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Westbury's Dieusi Armand has spring in her step

She wins the long jump and triple jump at the Autism Awareness Invitational.

Westbury's Dieusi Armand comes in second place in

Westbury's Dieusi Armand comes in second place in the girl's high jump with a jump of 5-0 during the Autism Awareness Invitational at North Shore on Saturday. Photo Credit: Patrick E. McCarthy

Dieusi Armand didn’t want to stop. Coming off a successful indoor season, conventional wisdom said that the Westbury jumper should sit out a few weeks, rest her legs, and then, as April dawned, gear up for another successful May and June.

That’s what many high-level high school athletes do this time of year, and that’s what Armand’s coaches wanted for her. But, she would have none of it. Armand, who took silver in the triple jump at the indoor state championships earlier this month, was wound up and ready to go.

“I had a week [long] break,” Armand said. “Then, I kept asking ‘can I practice today?’ My coaches were just like, ‘no, no.’ Then I finally got to go to practice and it just felt like the same push and the same motivation.”

Once her coaches allowed her to jump back into her final season before taking her talents to Hampton University in Virginia, Armand didn’t miss a beat. She won both the long and triple jump at the third annual Autism Awareness Invitational at North Shore High School Saturday.

Armand flew 17 feet, eight inches in the long jump, 37 feet, 5 ½ inches in the triple jump, and cleared five feet to place second in the high jump, dropping a jump-off to New Rochelle’s Chiamaka Odenigbo.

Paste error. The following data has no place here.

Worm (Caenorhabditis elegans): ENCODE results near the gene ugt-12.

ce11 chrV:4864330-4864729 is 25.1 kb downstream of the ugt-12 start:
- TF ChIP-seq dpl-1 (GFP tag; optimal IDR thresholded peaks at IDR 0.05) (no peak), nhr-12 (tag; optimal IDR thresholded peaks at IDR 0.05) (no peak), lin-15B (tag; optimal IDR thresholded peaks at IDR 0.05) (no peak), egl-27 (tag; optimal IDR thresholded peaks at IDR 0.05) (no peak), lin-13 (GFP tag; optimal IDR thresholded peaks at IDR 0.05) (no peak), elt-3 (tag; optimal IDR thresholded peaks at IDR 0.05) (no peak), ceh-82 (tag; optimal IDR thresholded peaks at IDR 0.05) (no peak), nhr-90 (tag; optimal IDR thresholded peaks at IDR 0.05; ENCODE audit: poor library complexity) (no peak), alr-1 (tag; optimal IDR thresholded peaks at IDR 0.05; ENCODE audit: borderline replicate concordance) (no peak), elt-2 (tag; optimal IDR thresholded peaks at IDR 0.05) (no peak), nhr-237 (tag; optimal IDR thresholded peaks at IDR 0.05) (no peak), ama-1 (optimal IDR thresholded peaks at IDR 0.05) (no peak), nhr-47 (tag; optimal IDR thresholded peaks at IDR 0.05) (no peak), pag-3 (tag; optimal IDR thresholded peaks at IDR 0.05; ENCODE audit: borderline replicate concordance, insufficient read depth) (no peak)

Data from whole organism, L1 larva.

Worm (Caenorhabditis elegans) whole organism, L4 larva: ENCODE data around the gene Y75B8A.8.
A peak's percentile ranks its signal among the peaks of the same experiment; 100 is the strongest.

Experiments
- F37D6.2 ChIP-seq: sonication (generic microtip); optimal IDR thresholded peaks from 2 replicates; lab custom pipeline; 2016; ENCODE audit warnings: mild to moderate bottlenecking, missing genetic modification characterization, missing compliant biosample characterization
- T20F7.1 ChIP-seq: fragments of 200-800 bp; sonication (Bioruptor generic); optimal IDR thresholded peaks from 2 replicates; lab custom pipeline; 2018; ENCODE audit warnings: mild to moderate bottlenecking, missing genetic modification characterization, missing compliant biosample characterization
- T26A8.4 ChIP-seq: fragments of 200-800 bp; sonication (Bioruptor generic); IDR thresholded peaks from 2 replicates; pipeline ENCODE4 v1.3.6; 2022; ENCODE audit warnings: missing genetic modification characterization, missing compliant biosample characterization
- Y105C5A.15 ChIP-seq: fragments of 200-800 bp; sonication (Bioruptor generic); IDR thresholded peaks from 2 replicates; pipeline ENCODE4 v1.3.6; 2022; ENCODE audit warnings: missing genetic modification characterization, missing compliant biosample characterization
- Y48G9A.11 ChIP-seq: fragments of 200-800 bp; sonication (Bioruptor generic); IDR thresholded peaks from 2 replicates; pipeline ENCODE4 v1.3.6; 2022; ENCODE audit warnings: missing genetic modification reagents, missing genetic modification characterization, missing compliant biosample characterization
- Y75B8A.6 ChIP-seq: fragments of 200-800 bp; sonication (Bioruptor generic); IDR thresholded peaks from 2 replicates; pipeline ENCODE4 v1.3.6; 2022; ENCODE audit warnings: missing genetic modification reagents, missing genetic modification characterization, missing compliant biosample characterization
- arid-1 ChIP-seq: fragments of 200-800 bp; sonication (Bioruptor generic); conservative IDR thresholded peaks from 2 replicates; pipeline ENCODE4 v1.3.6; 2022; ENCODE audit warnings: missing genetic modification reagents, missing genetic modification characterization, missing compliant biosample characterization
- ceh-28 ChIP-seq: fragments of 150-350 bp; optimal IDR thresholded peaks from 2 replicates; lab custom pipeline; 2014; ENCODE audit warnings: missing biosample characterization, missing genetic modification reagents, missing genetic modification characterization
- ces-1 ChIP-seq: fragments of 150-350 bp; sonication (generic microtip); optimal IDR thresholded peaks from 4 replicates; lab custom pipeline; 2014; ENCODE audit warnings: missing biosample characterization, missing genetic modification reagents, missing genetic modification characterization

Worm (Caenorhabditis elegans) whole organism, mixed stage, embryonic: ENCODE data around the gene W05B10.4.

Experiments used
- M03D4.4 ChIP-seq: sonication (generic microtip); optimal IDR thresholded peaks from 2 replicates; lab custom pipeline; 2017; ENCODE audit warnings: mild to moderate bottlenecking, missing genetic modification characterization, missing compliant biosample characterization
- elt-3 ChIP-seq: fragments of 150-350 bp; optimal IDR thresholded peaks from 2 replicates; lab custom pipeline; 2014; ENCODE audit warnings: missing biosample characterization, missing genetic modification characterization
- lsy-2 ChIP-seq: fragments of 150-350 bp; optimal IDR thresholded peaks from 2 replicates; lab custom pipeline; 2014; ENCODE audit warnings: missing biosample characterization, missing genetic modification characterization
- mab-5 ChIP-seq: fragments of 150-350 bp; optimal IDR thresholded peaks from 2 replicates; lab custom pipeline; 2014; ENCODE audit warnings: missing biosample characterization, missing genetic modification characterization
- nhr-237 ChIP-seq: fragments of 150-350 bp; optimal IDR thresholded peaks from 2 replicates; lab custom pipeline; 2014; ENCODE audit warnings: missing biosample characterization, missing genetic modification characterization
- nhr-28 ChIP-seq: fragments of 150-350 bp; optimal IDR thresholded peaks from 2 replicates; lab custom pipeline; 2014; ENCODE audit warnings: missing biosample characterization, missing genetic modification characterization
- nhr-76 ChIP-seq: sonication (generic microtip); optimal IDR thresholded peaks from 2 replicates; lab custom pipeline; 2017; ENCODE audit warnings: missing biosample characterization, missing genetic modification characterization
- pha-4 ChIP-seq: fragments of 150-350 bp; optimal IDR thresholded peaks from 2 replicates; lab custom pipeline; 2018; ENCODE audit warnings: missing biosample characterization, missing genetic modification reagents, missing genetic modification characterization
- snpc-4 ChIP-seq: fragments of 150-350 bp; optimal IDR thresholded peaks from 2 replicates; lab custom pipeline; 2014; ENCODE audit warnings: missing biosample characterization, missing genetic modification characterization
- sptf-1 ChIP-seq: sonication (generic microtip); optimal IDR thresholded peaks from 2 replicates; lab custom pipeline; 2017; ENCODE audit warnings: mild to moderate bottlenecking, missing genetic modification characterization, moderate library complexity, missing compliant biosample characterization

Armand said that her take-off phase in the long jump was particularly good.

“It was my first event, so all my adrenaline went to that,” Armand said.

Armand competed in triple and high jump simultaneously, always a challenge in events that require a heavy amount of concentration.

“I don’t think my head was straight in the high jump,” Armand said. “I had to do high and triple at the same time and it was hard to just focus on one. I feel like that kind of threw me off. It was frustrating and hit me hard. It was like ‘oh my goodness, I have to high jump. Oh my goodness, I have to triple jump.’”

The event, organized by the North Shore High School track and field program, raised money for the Nassau-Suffolk Autism Society and came two day before the beginning of Autism Awareness Month. North Shore girls coach Neal Levy’s 12-year-old son Robby is autistic.

“Whenever you can give back to the community, specifically a special organization like the Nassau-Suffolk Autism Society, it’s a really wonderful thing,” Neal said. 

One of Levy’s athletes, Carolyn Doyle won the 800 meters in two minutes, 24.15 seconds. Doyle passed her teammate, Sophie Rosencrans, at the 400-meter mark and held on to win. Rosencrans was second in 2:26.56.

“I didn’t really have a plan. I just wanted to run fast,” Doyle said. “I know Sophie’s really, really fast so I figured I should pass her earlier and we’d work together to both get fast times.”  

Doyle and Rosencrans' teammate, Nicole Schneider, won the 1,500 in 4:53.22. 

On the boys side, Westbury's Rodney Jerome won the 400 meter hurdles in 1:00.15. His teammate, Jarvis Kuunifaa won the 200 in 23.49 seconds. 

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